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dc.contributor.authorRho, TaeKeun
dc.date.accessioned2015-03-10T23:01:13Z
dc.date.available2015-03-10T23:01:13Z
dc.date.issued2000-12
dc.identifier.urihttp://hdl.handle.net/11122/5096
dc.descriptionThesis (M.S.) University of Alaska Fairbanks, 2000en_US
dc.description.abstractDuring 1997 and 1998, unusual physical conditions caused dramatic changes in the regional oceanic environment and function of the southeastern Bering Sea ecosystem. The changes in ecosystem function were examined using ¹³C and ¹⁵N tracer techniques. In 1997, unusually clear and calm conditions allowed an ice-related early bloom over the middle shelf of the southeastern Bering Sea and resulted in nitrate uptake below the pycnocline. In 1998, the duration of phytoplankton growth was extended by warm temperatures and frequent storms that resulted in slow growth of phytoplankton and prevented rapid utilization of nitrate over the shelf. In coccolithophorid bloom regions, ammonium concentrations were high (>3 uM), while nitrate concentrations had a larger range (O.1-10.8 uM). Nitrate utilization rates, which estimate 'new' production, were similar for both years and were somewhate greater (ca. 30%) than those observed during the 70's and 80's PROBES studies. The fate of primary production may have differed in 1997 and 1998.en_US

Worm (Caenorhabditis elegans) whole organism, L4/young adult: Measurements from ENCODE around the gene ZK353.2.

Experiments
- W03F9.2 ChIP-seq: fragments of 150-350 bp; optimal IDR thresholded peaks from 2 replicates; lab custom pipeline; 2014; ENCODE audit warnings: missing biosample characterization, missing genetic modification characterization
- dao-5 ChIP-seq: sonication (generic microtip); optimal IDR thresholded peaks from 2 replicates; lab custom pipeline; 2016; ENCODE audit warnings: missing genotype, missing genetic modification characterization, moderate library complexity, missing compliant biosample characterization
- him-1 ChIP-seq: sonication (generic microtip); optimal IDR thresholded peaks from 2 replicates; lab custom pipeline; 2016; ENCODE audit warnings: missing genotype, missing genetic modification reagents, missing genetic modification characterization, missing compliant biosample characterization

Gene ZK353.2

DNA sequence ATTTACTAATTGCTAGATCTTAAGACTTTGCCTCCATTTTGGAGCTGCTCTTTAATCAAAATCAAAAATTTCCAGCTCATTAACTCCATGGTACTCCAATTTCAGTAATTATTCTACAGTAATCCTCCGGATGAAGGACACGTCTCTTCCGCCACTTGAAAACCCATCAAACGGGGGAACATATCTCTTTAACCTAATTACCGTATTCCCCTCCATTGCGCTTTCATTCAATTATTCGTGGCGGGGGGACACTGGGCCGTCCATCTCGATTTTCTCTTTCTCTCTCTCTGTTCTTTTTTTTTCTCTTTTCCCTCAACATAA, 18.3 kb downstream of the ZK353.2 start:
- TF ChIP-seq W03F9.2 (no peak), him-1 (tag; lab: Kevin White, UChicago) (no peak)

dc.language.isoen_USen_US
dc.titleCarbon and nitrogen uptake dynamics during 1997 and 1998 anomalous conditions in the Bering Seaen_US
dc.typeThesisen_US
dc.type.degreemsen_US
refterms.dateFOA2020-03-13T01:08:55Z


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